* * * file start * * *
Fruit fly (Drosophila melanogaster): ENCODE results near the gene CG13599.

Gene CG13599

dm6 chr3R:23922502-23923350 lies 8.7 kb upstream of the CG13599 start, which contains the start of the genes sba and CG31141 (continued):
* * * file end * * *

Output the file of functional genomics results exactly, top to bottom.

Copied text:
Fruit fly (Drosophila melanogaster): ENCODE results near the gene CG13599.

Gene CG13599

dm6 chr3R:23922502-23923350 lies 8.7 kb upstream of the CG13599 start, which contains the start of the genes sba and CG31141 (continued):